200 years of using Humphry Davy’s Miners’ Safety Lamp

Frank James, Professor of the History of Science and Head of Collections, explains how the Ri's own collection of Davy's original manuscripts reveals the process behind the development of the Davy Lamp.

This year marks the bicentenary of the deployment of the Miners’ gauze safety lamp invented in December 1815 following two months of concentrated work by Humphry Davy assisted by Michael Faraday in the basement laboratory of the Royal Institution. Davy’s lamp was first tested in Hebburn colliery, County Durham, on 9 January 1816 and in the years following it was manufactured in its tens of thousands and widely used throughout the world. The use of the lamp both saved the lives of countless coalminers, but also permitted increased coal production vital to continuing industrialisation. 

  • Davy's original manuscripts

    Credit: Royal Institution

In the absence of entries in the Royal Institution’s laboratory notebook, one of the few sources which sheds light on Davy’s path to the successful invention is a manuscript volume held in the archives of the Royal Institution (RI MS HD/11) that contains Davy’s drafting and redrafting of his first paper on the miners’ safety lamp. Davy’s path to this invention in those weeks was a very intense process involving changing his mind rapidly several times about the best form that a safety lamp should take.

The unpredictable way in which Davy’s thought and work progressed during this period is reflected in this volume. Davy’s original paper was copied by Faraday and sent to the Royal Society of London where it was read on 9 November 1815.  However, following its reading, Davy developed further ideas and these were reflected in a second copy, also made by Faraday, to which Davy added significantly and moved whole passages around as cross referencing the two versions illustrate.

Davy also made many alterations and additions to this text, including removing a less than favourable comment on contemporary chemists. He originally thought that this would be the final text, as evinced by the production of an illustrative plate, which would have cost some money. However, he then found that all he had to do was to enclose flame in metal gauze which absorbed the heat (thus preventing explosion) and allowed light to pass through the holes. This discovery of the properties of gauze necessitated withdrawing the plate (thus making the example in the manuscript the only surviving copy). Faraday then made the final version of the paper for the Royal Society of London for publication the following year.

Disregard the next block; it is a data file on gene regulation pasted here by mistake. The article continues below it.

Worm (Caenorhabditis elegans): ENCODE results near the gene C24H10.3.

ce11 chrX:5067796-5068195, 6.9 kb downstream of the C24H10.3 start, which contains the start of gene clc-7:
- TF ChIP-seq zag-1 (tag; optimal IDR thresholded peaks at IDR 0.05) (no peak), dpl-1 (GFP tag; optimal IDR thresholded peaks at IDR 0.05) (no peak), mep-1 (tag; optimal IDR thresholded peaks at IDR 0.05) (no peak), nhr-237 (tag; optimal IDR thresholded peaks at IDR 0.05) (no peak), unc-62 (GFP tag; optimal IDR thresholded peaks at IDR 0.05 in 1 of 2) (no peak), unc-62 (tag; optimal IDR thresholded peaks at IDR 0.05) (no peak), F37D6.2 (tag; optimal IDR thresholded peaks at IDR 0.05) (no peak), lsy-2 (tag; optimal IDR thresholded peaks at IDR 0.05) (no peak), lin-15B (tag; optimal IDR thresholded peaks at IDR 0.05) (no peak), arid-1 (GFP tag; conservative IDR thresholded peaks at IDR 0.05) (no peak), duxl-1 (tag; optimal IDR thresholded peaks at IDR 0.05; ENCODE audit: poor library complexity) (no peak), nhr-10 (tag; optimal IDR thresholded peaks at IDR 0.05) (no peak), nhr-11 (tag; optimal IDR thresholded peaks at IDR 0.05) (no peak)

• The Davy Lamp

    Credit: Paul Wilkinson

To mark this key anniversary in coal mining history the Royal Institution is partnering with ArchAlive to publish a unique edition of this manuscript volume. The book, which will be available by subscription only, will be produced to the highest standards by Blissetts, bookbinder to HM The Queen. It will be printed on acid free paper, bound and protected in its own bespoke slip-case. Each subscriber will be listed in the book and will receive access to the searchable e-book of the text and Frank James’s Presidential Address to Newcomen Society detailing the history of the lamp.

This book and this manuscript is a unique record of the combined creative work of Humphry Davy, the leading English chemist of the day, and Michael Faraday who would eventually succeed Davy in that role.

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